In the event that was attended by his Burundi counterpart Evariste Ndayishimiye, Uhuru performed a ritual known as Keel-laying.
The ritual involves the placing of special coins on the vessel for good luck. This is usually done to mark the beginning of the construction of a ship.
To mark the ritual, Uhuru was first dressed in proper welding attire including an apron and a face shield. He was warned that sparks may fly around.
After that, the President was handed a coin that he was to use during the ceremony.
“Keel-laying is the formal recognition of the start of a ship’s construction. It is often marked by a ceremony attended by dignitaries from the ship-building factory and the owners of the ship.
“Keel-laying is, therefore, one of the four specially celebrated events in the life of a hip. The others are launching, commissioning, and decommissioning,” explained an announcer at the ceremony.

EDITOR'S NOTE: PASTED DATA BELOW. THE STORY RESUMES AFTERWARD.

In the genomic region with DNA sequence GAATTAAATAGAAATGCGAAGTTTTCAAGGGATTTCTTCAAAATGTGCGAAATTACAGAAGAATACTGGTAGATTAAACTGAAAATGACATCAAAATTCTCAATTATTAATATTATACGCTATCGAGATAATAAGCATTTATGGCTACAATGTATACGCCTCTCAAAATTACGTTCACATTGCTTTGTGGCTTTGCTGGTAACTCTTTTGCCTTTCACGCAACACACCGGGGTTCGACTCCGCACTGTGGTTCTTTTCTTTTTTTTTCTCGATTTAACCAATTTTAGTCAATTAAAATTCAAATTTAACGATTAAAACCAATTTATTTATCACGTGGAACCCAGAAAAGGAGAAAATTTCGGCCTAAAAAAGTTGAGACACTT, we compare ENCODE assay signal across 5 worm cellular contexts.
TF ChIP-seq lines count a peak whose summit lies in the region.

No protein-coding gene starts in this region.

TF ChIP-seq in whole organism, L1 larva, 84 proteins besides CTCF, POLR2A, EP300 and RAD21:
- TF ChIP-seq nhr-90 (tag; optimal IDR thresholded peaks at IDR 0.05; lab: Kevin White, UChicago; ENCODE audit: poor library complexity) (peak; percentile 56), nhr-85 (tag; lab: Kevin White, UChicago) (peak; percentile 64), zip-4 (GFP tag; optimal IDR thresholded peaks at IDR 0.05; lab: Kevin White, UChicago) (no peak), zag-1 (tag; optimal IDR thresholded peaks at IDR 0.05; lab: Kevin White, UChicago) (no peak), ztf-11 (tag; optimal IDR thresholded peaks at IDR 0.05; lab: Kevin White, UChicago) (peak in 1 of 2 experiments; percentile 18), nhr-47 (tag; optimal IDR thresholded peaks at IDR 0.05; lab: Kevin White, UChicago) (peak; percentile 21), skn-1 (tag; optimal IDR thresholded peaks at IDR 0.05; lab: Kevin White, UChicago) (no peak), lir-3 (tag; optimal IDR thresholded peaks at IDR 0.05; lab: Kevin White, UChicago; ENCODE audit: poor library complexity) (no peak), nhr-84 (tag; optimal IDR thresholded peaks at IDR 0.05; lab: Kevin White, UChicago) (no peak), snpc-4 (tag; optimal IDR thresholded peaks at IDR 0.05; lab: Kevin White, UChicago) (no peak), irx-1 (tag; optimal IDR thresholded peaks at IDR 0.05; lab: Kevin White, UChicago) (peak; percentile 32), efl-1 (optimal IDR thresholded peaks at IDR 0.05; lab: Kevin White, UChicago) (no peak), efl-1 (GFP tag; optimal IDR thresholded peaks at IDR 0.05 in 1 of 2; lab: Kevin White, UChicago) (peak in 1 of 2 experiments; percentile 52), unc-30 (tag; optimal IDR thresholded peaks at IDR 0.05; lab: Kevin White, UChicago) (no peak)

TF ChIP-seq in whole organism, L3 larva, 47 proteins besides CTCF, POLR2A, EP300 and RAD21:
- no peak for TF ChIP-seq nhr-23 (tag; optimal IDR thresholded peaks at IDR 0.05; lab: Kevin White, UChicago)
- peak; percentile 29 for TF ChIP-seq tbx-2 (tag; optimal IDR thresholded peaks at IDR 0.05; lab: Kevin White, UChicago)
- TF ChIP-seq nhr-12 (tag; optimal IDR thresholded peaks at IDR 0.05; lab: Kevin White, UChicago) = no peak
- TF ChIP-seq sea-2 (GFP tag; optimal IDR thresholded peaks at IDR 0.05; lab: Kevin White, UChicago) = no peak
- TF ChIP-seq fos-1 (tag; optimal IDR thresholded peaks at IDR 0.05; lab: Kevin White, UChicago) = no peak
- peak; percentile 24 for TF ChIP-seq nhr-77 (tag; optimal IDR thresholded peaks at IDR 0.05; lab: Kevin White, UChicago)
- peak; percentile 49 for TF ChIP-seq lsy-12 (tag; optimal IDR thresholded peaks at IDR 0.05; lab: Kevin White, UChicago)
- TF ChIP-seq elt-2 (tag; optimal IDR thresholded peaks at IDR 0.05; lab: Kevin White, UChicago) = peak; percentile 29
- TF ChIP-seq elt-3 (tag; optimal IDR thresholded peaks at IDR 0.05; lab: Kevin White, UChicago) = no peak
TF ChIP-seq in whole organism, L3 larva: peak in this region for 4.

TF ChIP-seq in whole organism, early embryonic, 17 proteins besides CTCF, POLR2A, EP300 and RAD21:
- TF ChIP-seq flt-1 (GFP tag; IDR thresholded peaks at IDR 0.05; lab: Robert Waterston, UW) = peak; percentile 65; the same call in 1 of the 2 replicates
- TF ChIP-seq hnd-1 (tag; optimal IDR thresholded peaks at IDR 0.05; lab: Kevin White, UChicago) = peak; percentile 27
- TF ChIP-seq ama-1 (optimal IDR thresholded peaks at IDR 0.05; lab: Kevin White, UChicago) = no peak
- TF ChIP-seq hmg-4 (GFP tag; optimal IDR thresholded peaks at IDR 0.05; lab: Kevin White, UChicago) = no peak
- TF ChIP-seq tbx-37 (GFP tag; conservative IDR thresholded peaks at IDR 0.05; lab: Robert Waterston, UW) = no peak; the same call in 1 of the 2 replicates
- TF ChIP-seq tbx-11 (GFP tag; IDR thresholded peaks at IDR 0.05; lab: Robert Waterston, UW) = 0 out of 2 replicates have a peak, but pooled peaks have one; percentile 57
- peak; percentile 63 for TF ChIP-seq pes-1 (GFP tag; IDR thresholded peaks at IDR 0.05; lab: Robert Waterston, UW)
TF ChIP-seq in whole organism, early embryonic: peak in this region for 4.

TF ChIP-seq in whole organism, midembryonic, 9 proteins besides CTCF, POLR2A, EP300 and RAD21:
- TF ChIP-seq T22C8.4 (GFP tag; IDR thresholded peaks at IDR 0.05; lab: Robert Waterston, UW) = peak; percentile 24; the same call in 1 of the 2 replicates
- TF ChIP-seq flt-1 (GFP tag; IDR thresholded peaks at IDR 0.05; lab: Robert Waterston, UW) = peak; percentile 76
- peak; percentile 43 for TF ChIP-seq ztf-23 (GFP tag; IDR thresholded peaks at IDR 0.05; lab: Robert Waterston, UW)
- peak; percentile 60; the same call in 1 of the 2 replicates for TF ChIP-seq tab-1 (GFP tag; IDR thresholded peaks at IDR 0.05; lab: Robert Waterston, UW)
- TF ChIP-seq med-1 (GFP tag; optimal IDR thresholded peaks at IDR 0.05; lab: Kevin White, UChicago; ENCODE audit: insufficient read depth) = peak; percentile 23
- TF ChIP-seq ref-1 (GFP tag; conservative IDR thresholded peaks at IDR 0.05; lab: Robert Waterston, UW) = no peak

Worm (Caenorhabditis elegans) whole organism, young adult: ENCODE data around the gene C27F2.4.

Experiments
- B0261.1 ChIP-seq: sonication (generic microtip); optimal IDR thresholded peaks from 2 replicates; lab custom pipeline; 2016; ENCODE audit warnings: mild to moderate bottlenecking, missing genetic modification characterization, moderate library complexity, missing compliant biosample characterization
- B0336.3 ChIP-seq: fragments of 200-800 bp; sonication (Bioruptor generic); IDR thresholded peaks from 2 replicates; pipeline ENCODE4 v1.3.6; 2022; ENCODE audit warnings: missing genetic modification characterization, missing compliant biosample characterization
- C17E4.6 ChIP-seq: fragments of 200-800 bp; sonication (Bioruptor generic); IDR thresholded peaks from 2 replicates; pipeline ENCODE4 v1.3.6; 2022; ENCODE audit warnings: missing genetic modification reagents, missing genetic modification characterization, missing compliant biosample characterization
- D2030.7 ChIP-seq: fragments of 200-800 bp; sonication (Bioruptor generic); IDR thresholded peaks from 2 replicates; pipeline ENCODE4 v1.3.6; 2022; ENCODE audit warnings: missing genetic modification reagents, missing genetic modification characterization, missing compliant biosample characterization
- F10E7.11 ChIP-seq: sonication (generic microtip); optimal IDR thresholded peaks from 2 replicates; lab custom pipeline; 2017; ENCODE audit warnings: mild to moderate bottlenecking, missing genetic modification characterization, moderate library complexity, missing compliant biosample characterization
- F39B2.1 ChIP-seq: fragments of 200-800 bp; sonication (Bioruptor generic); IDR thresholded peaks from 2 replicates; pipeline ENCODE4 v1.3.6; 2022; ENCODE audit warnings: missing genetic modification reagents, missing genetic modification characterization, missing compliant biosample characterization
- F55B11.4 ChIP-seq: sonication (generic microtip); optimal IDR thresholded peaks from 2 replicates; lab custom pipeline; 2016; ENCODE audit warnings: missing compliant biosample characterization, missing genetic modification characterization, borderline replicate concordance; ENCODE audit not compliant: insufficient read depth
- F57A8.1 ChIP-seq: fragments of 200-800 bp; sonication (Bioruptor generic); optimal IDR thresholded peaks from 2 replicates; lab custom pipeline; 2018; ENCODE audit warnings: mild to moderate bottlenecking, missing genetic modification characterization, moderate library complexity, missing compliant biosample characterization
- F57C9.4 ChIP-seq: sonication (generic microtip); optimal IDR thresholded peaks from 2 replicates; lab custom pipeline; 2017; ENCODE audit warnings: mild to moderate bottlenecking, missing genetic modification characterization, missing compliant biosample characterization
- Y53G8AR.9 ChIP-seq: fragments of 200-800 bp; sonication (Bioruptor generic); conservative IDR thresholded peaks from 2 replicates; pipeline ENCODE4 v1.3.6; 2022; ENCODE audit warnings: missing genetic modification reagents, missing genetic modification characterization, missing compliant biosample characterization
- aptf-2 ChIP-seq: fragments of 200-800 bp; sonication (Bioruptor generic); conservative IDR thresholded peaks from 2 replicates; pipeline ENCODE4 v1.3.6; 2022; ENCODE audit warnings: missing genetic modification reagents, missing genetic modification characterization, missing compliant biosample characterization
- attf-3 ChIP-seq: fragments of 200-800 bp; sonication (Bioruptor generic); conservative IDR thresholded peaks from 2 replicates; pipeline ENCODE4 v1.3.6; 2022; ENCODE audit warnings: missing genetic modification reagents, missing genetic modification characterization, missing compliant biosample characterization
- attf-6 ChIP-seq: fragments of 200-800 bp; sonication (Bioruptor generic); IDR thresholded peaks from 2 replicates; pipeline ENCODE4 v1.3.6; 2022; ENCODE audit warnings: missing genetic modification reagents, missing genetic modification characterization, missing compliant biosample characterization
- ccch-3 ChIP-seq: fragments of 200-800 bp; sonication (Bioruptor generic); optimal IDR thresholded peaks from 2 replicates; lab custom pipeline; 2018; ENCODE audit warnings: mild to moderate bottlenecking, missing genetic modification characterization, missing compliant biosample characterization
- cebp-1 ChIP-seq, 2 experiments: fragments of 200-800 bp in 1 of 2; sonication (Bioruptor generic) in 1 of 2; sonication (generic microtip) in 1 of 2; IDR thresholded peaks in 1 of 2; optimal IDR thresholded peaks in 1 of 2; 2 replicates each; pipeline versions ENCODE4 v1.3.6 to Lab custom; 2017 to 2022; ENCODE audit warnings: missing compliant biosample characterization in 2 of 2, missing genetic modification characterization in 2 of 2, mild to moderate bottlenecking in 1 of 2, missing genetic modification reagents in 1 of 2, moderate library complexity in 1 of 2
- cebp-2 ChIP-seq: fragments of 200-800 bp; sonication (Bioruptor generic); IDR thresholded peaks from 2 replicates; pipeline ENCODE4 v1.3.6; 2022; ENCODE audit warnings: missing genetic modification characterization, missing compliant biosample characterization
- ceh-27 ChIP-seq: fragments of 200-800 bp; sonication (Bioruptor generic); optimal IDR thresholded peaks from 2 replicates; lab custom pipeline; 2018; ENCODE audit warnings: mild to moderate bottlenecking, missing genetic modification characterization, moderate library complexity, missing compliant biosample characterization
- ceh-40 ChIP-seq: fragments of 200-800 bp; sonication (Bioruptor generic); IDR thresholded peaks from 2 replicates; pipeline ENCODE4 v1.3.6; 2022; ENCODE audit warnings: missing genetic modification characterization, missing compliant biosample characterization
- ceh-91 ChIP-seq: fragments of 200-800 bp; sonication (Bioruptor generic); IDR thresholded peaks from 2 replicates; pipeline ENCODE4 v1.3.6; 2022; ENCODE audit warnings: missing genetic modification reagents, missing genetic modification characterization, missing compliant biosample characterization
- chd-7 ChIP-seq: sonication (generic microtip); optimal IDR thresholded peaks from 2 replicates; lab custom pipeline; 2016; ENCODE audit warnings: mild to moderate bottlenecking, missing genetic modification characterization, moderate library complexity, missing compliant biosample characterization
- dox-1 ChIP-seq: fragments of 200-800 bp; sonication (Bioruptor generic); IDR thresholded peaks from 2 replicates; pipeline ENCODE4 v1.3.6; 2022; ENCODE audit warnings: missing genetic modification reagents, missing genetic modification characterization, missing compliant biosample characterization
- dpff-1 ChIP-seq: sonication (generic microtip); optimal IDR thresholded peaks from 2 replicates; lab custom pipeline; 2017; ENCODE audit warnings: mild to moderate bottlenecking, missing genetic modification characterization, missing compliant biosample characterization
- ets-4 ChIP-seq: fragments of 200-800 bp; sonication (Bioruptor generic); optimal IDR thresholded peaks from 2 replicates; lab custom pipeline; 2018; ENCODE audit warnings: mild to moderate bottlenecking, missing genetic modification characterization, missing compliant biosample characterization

The expansive event involved the placement of coins as well as the initial placement of the central timber making up the backbone of a vessel.
Modern ships are built in a series of prefabricated sections rather than being built around a single keel.
“The ceremony will involve soldering of a coin onto the keel which really signifies the beginning of a construction of a hip,” added the master of the ceremony.
Speaking at the event, Uhuru noted that the shipyard was set to serve institutional and commercial ship-building interests in the region.
“The Kenya Shipyard project was an initiative of our forefathers but it collapsed, am happy that we have now actualised it. The project has provided employment for our youth and a further 1000 youths will be engaged going forward.
“Kisumu City becomes the frontier in trade in this region, it has what it takes in terms of infrastructure,” stated the Head of State.
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